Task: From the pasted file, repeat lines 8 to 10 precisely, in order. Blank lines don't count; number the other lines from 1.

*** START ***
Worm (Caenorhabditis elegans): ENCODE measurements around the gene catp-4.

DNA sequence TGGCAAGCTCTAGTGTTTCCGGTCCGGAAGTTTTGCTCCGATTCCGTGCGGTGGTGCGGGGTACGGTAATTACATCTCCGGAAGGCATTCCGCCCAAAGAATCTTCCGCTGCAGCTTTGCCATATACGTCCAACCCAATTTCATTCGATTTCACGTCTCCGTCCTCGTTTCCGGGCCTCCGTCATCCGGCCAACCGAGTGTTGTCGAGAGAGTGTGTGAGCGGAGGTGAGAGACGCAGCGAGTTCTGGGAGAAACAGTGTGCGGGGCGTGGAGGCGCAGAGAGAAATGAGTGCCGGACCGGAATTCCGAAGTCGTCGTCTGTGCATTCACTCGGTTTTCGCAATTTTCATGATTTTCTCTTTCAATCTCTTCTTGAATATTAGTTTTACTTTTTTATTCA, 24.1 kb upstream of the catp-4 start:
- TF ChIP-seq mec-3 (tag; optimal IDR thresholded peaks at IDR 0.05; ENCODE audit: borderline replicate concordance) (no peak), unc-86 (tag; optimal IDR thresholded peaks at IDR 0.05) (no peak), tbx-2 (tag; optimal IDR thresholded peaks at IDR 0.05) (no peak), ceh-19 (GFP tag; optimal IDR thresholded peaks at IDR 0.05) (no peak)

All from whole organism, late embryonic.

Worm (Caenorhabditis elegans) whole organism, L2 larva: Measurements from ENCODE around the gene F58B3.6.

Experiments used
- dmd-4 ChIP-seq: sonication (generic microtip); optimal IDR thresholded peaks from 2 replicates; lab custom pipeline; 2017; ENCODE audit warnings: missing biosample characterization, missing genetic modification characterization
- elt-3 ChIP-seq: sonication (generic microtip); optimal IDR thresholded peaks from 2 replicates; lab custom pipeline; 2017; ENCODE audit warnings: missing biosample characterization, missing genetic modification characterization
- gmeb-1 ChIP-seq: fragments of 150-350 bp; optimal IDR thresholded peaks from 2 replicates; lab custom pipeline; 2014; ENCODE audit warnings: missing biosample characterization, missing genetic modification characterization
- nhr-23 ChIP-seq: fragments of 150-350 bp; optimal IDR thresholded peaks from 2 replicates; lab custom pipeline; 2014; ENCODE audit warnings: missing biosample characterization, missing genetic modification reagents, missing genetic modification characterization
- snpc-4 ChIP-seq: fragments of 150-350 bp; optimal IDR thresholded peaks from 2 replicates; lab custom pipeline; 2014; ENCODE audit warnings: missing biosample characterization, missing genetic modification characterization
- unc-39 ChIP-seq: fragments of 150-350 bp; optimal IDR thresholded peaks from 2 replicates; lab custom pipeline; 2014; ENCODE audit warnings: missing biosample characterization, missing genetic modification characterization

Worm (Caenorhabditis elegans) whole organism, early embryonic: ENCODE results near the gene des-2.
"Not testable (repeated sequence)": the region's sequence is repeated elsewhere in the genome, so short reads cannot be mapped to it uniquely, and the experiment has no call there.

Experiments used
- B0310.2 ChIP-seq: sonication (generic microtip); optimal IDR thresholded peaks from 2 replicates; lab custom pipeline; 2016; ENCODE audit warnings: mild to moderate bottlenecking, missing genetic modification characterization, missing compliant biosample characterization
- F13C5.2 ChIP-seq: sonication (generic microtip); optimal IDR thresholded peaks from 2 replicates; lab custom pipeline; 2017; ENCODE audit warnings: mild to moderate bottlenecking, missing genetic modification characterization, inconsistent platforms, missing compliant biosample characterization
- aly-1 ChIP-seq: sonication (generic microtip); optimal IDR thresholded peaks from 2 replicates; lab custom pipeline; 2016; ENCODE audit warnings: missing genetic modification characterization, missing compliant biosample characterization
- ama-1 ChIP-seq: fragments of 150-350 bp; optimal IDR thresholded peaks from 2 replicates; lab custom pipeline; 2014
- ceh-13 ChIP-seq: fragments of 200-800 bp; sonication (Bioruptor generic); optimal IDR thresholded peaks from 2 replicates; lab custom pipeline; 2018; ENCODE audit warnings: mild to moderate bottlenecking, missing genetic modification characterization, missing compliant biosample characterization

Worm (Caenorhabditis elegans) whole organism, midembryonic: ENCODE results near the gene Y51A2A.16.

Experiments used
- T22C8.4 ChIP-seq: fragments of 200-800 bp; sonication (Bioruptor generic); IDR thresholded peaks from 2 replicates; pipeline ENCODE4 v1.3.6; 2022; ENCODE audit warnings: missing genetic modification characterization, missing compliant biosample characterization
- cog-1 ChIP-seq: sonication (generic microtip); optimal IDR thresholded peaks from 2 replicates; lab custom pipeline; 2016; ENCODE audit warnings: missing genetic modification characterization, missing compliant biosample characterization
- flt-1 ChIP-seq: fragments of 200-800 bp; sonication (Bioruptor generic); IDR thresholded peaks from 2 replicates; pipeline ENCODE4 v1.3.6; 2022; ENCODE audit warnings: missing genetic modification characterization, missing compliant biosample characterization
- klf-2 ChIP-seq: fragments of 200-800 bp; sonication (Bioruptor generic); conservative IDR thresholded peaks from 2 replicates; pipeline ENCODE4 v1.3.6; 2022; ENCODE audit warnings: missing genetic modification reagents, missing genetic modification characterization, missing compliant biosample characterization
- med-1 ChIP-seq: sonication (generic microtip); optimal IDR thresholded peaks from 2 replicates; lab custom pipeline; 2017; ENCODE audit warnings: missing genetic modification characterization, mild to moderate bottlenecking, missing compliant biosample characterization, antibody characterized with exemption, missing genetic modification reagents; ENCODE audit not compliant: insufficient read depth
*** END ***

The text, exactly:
- elt-3 ChIP-seq: sonication (generic microtip); optimal IDR thresholded peaks from 2 replicates; lab custom pipeline; 2017; ENCODE audit warnings: missing biosample characterization, missing genetic modification characterization
- gmeb-1 ChIP-seq: fragments of 150-350 bp; optimal IDR thresholded peaks from 2 replicates; lab custom pipeline; 2014; ENCODE audit warnings: missing biosample characterization, missing genetic modification characterization
- nhr-23 ChIP-seq: fragments of 150-350 bp; optimal IDR thresholded peaks from 2 replicates; lab custom pipeline; 2014; ENCODE audit warnings: missing biosample characterization, missing genetic modification reagents, missing genetic modification characterization